Gov. Eliot Spitzer of New York pledged in his first State of the State address to deliver prekindergarten to every 4-year-old by the end of his term, expand the number of charter schools statewide, and provide enough additional school funding to achieve “excellence,” not only “adequacy,” in public education.
Conspicuously missing from his Jan. 3 speech was exactly how much more money Mr. Spitzer plans to spend on K-12 education, particularly in the 1.1 million-student New York City school district, the subject of a court ruling last year that could require the state to spend billions more to pay for public schools in the city.
“With the reforms and accountability we will propose in the coming weeks, and the resources we will commit, there will be no more excuses for failure,” the governor said. “The debate will no longer be about money, but about performance; the goal will no longer be adequacy, but excellence.”
Mr. Spitzer, a Democrat who previously was the state attorney general, was elected in November to succeed Republican Gov. George E. Pataki, who chose not to seek a fourth term.
While Mr. Spitzer didn’t specifically mention the New York City funding decision in his speech to a joint session of the legislature, he said enough about the larger goals of improving education to satisfy New York City’s public school advocates—at least until Jan. 31, when he will submit his first budget outlining how much he proposes to spend on education and other state programs. He’ll have to work with a divided Statehouse, as Democrats kept control of the House and Republicans kept control of the Senate in the November election.
“He really put the bar up pretty high,” said Billy Easton, the executive director of the Albany, N.Y.-based Alliance for Quality Education, created in 2000 to fight for more school funding statewide. “Even though he didn’t mention a dollar figure, he raised the standard and said he’s going to make a dramatic increase in our investment, targeted to the neediest districts.”
In November, New York’s high court resolved the school funding lawsuit, which dates back to 1993, by ruling that the state needs to spend nearly $2 billion more a year on the New York City schools. Though advocates had wanted a higher price tag, they still claimed victory. (“Aid Award Cut in Suit Over N.Y.C.,” Nov. 29, 2006.)
Even though the financial part of the ruling applied only to the city, the New York Court of Appeals, as the highest court is named, emphasized that the state constitution requires the state to provide a “sound basic education”—a standard that could be applied statewide.During his campaign for governor, Mr. Spitzer promised to devote an additional $4 billion to $6 billion per year to New York City schools, and an additional $8.5 billion per year statewide, phased in over four or five years.
Advocates for school funding are confident he’ll make good on those promises.
“Other than listing a specific dollar amount, he addressed 100 percent what we believe in,” said Geri D. Palast, the executive director of the New York City-based Campaign for Fiscal Equity, which sued on behalf of parents, students, and other education advocates. She pointed to the governor’s calls for high-quality pre-K, longer school days, and a transparent school funding formula—all ideas that New York City school supporters want.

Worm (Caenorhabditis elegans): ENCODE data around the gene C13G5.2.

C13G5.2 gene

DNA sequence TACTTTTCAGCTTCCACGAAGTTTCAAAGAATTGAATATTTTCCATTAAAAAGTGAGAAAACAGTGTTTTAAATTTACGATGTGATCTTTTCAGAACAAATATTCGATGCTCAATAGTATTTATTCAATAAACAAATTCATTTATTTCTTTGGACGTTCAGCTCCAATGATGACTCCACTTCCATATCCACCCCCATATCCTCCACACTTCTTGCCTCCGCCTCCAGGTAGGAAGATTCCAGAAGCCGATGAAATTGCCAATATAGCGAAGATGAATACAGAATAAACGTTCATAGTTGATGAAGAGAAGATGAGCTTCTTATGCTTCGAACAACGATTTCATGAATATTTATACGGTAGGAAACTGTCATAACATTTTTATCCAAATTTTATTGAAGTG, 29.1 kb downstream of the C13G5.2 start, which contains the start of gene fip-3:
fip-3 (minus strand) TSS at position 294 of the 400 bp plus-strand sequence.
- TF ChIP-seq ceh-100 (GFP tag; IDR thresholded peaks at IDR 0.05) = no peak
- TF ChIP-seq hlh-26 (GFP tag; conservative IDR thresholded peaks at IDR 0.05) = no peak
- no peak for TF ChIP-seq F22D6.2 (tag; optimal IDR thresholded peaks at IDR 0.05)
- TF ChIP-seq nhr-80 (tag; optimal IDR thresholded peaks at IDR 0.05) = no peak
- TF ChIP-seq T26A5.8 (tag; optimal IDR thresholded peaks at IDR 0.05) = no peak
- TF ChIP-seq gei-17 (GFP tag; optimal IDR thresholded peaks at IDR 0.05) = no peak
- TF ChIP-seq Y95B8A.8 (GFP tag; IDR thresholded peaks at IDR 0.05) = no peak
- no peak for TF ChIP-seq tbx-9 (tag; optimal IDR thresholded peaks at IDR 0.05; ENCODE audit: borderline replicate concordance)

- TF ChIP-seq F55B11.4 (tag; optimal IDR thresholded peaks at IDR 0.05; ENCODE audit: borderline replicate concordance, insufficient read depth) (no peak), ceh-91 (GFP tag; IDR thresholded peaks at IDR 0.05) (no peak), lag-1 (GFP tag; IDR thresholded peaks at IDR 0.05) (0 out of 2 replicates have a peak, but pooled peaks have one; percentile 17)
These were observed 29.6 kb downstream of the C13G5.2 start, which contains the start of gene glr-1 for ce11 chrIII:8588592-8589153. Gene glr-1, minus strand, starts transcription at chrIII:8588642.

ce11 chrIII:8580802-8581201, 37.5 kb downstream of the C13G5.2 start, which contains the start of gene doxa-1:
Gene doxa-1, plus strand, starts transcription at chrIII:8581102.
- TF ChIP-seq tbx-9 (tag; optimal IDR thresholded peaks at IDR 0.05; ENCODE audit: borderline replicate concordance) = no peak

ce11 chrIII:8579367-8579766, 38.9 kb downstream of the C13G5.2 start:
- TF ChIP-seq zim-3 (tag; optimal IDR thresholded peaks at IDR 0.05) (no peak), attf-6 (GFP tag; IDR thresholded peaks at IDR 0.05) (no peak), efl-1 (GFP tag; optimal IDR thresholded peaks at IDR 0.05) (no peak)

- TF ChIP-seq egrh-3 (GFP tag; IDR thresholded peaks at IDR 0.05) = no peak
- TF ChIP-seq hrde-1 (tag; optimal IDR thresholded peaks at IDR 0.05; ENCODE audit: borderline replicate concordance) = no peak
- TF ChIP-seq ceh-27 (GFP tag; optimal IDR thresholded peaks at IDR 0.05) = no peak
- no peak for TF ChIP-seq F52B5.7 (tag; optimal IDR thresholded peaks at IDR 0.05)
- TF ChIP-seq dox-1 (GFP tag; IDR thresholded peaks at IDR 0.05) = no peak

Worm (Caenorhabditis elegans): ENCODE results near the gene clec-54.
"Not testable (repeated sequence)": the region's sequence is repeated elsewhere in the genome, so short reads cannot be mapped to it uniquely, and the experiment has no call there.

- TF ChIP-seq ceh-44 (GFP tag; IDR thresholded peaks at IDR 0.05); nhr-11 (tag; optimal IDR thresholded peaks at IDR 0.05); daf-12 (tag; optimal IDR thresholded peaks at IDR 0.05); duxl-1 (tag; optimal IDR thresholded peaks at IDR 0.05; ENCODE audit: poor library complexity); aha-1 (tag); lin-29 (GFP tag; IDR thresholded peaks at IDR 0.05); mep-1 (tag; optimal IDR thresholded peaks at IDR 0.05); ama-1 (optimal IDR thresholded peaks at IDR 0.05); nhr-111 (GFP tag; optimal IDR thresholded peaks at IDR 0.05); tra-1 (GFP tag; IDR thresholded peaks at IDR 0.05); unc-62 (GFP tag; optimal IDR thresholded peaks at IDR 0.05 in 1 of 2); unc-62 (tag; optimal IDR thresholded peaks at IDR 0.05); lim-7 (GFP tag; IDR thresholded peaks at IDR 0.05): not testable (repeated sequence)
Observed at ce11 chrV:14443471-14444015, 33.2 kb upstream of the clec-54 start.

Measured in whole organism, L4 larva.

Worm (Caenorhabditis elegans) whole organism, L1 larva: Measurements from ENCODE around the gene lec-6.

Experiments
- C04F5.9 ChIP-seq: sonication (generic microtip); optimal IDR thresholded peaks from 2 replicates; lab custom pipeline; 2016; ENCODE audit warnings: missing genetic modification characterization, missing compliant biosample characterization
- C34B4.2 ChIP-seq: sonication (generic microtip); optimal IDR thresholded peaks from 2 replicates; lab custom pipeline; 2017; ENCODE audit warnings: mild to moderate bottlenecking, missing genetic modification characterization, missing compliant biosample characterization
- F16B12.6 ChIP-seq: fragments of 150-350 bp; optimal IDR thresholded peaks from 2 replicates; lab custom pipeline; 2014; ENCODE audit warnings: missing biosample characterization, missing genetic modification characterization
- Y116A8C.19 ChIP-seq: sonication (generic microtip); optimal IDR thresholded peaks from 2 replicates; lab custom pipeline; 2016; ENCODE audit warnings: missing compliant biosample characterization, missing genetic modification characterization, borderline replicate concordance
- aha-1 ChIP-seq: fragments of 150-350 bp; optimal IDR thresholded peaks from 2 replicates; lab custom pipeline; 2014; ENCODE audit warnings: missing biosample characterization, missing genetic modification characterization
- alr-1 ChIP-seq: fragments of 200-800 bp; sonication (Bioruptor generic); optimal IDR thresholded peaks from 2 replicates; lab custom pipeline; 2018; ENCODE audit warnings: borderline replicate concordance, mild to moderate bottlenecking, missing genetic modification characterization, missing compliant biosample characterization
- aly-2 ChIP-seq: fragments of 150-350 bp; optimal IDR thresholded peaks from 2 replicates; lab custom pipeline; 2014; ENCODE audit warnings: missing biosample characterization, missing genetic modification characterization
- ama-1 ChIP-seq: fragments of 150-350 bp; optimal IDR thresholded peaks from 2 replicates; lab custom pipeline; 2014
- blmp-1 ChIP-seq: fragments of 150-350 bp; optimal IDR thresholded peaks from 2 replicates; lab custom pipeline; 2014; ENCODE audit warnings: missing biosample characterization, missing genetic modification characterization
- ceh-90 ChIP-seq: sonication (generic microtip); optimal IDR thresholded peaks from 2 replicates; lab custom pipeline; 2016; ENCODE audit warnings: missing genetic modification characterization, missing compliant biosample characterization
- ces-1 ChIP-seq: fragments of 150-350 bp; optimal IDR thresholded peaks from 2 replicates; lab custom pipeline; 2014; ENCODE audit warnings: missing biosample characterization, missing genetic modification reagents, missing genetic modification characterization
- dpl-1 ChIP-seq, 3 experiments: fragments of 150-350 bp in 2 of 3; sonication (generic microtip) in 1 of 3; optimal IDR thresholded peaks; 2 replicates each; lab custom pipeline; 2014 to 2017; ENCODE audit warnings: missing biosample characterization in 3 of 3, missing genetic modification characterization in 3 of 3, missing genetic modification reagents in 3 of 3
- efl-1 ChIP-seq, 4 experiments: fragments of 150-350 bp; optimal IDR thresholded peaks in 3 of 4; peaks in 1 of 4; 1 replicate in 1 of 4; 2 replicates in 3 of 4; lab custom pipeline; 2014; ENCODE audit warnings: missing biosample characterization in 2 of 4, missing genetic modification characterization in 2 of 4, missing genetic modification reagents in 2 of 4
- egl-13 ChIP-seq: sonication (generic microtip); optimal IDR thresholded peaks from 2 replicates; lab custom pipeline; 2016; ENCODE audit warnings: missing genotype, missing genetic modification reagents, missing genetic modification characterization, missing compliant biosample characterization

In his address, Mr. Spitzer cautioned that additional school funding would come with strings. In addition to a more transparent funding formula, his budget proposal will require that new money be spent on practices that are proven to improve student achievement, including reducing class sizes, lengthening the school day or school year, and creating more after-school programs.
“In exchange for new money, school districts must show where that money is spent and whether it’s getting results—with consequences for failure and rewards for success,” he said.
Gov. Spitzer also called for raising the statewide cap on charter schools, which now is 100—a limit reached one year ago, according to the New York Charter School Association. Last year, the state Senate tried, but failed, to raise the charter school cap to 250 statewide, including 50 in New York City.
“Not only must we invest in what we know works today, we must continuously experiment with new approaches,” Mr. Spitzer said. “Charter schools can play a critical role here.”
Proponents of charter schools, which are publicly funded but largely autonomous, cheered that proclamation.
“Public charter schools continue to outperform school districts on state exams … and are in high demand by parents throughout New York state,” Bill Phillips, the president of the charter school association, said in a statement.
Mr. Spitzer tried to temper opposition by pledging “transitional aid” to districts hard-hit by students who leave for such schools.
Many of his education proposals will be expensive when coupled with other proposals in his speech. He wants to provide health care to the state’s 500,000 uninsured children. And his budget will include the first installment of a three-year plan to reduce property taxes, which help pay for schools, by $6 billion. Mr. Spitzer pledged to do that without raising taxes.
In a nod to calls by experts on education and the economy to make American students more able to compete globally, he wants to better prepare students for what he called the “innovation economy” by improving the state’s higher education system.
Mr. Spitzer said he would set up a new Commission on Public Higher Education to recommend policies that would improve the quality of the state’s universities and students’ access to them.
A version of this article appeared in the January 10, 2007 edition of Education Week as N.Y.’s Spitzer Outlines Broad School Plans